Double-strand breaks (DSBs) are considered as critical lesions for radiation-induced cell killing. Two processes, identified by the rejoining kinetics of DNA DSBs induced in yeast at radiation doses which are also applied in survival studies, can lead to survival curves with shoulders: firstly, "DSB interaction" when repair time is unrestricted, and secondly, a biphasic and unsaturated DSB rejoining, where the fractions of the two rejoining components are dose-dependent and repair time is restricted. Thus the unsaturated rejoining kinetics of DSBs is not in contradiction to the observation of survival curves with shoulders. While these two mechanisms are derived from studies on cells kept under nongrowth conditions during postirradiation incubation, experiments are reviewed which were designed to study inducibility of DSB rejoining. Some of these studies suggest that rejoining of DSBs under growth conditions may include an inducible process.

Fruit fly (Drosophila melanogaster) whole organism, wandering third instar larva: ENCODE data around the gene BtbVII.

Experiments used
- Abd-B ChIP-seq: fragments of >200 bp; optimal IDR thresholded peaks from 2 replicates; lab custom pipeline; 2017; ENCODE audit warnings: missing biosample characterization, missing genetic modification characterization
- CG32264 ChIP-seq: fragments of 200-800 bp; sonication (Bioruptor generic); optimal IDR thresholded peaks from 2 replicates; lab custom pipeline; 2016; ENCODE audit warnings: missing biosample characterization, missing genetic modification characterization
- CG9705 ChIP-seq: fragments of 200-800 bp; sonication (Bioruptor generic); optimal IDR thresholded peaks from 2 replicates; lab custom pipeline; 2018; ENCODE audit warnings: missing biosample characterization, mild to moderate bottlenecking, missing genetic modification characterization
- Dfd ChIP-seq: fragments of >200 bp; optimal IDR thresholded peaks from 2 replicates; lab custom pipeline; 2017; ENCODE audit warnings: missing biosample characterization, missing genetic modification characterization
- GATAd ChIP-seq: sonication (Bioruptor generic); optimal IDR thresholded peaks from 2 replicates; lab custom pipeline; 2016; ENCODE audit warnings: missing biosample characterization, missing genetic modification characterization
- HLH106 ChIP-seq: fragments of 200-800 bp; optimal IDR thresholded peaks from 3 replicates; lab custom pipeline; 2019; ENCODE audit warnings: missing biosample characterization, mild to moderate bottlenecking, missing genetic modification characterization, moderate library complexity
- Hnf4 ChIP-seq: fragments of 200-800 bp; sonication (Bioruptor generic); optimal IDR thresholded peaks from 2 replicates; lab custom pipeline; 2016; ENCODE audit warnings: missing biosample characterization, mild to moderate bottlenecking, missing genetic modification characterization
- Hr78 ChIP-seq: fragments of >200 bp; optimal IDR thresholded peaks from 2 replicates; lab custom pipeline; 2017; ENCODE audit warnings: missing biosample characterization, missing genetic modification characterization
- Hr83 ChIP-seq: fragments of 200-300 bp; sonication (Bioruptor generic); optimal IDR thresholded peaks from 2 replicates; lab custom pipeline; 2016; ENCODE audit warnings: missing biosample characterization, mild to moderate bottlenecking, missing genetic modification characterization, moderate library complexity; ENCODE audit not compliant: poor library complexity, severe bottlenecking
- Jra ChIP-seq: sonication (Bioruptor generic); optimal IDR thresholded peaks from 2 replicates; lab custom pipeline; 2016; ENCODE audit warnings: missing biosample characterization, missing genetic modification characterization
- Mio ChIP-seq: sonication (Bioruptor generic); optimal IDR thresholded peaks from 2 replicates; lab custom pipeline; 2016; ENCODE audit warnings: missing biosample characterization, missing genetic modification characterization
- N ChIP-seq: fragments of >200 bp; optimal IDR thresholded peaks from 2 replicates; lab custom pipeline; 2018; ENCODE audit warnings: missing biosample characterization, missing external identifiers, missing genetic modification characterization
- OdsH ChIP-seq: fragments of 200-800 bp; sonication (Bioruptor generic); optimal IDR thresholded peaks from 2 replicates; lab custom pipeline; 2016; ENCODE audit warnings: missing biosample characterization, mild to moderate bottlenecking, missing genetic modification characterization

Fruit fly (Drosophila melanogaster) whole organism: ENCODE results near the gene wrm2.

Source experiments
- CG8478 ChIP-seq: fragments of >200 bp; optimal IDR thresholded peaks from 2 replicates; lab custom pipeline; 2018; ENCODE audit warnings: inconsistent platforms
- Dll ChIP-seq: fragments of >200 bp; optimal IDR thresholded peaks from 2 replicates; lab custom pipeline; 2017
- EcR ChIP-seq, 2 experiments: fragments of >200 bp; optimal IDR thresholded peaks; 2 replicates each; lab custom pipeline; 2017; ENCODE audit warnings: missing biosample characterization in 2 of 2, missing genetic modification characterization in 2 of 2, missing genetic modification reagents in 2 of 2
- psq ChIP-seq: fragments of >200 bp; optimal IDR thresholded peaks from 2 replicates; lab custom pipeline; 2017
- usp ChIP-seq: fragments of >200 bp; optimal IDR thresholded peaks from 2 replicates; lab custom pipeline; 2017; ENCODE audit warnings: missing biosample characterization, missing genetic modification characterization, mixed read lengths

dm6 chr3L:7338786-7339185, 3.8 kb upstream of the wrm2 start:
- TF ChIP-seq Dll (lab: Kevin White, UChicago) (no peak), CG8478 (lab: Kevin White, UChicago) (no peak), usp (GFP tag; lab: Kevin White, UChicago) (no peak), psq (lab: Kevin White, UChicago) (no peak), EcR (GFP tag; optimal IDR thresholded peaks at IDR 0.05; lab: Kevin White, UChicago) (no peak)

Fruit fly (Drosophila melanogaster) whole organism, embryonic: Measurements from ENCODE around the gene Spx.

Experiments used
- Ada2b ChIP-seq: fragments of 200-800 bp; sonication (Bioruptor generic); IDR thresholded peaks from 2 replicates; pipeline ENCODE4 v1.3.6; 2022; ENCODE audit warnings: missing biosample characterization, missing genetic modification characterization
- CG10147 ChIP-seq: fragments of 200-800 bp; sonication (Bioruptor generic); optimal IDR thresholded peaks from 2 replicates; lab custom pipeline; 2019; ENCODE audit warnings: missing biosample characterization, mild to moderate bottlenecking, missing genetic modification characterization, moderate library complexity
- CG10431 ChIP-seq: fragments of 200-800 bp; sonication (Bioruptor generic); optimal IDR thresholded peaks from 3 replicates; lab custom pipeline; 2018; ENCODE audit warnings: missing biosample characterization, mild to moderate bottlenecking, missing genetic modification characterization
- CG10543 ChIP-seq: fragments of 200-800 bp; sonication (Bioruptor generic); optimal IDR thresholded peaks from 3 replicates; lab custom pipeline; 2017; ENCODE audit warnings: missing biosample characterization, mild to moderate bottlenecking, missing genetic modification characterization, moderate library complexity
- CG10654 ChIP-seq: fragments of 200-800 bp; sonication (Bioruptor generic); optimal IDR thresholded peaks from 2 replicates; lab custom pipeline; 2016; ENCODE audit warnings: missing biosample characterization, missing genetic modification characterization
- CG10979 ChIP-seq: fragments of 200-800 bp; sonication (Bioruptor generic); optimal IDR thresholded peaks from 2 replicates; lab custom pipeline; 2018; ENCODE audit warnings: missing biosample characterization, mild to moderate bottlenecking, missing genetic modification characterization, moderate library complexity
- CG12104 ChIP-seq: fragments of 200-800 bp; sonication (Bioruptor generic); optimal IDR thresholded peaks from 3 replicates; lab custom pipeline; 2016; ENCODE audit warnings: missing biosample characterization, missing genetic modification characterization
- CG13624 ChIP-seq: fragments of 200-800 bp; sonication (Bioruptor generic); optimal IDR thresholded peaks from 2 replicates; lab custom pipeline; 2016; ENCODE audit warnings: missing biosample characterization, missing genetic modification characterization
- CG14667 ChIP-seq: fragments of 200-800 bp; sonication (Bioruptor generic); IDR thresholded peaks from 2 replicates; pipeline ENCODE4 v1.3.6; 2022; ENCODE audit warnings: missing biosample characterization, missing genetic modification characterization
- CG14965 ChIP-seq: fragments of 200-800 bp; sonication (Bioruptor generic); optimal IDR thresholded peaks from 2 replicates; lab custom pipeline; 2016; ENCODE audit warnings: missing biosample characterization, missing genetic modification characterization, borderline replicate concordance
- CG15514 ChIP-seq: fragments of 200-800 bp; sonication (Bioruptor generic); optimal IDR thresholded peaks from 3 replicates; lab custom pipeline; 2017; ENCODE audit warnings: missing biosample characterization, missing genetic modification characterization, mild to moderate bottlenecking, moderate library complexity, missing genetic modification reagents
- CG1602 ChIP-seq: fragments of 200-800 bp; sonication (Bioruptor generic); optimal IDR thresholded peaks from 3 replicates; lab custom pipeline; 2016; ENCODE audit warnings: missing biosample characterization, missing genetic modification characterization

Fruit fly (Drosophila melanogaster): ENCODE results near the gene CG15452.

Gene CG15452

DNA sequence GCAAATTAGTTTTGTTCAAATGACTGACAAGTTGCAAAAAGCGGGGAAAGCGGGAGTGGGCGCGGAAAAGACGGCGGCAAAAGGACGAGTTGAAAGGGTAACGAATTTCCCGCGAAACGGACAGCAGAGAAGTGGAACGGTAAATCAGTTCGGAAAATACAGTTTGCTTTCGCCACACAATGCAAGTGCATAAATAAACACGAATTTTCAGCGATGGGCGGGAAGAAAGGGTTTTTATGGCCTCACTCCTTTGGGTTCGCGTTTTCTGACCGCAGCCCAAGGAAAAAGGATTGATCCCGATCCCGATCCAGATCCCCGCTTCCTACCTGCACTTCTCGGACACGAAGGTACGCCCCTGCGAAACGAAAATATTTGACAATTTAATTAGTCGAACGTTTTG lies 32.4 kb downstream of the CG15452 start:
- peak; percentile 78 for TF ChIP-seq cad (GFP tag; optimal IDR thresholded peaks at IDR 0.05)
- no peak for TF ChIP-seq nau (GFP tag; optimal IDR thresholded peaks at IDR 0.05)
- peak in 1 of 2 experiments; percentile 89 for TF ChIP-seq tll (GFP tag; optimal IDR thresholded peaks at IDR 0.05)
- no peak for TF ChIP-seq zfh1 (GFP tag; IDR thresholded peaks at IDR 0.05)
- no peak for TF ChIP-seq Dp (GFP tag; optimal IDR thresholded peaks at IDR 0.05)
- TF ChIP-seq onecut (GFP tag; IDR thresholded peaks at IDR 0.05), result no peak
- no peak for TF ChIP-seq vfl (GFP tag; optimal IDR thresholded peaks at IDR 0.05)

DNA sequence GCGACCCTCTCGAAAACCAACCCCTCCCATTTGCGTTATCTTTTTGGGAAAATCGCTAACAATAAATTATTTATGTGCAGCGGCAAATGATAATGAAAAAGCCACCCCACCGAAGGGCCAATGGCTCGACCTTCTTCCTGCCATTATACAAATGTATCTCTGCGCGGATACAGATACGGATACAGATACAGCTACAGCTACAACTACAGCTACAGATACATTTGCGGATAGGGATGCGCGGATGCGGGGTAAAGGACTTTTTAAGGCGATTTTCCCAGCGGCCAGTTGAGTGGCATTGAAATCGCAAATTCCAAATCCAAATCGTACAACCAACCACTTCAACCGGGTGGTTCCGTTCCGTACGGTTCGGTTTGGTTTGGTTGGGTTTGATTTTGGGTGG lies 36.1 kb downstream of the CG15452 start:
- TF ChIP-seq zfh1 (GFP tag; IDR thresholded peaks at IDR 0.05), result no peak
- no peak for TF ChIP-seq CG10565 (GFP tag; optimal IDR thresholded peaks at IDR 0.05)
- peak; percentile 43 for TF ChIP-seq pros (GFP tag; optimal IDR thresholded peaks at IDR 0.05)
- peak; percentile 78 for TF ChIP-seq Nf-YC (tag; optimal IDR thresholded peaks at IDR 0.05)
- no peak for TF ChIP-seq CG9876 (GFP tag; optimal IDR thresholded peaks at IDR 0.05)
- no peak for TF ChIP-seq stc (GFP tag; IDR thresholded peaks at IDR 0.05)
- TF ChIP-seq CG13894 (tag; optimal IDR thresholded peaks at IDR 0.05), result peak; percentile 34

Survival Curves with Shoulders: Damage Interaction, Unsaturated but Dose-Dependent Rejoining Kinetics or Inducible Repair of DNA Double-Strand Breaks?
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M. Frankenberg-Schwager, D. Frankenberg; Survival Curves with Shoulders: Damage Interaction, Unsaturated but Dose-Dependent Rejoining Kinetics or Inducible Repair of DNA Double-Strand Breaks?. Radiat Res 1 April 1994; 138 (1s): S97–S100. doi: https://doi.org/10.2307/3578772
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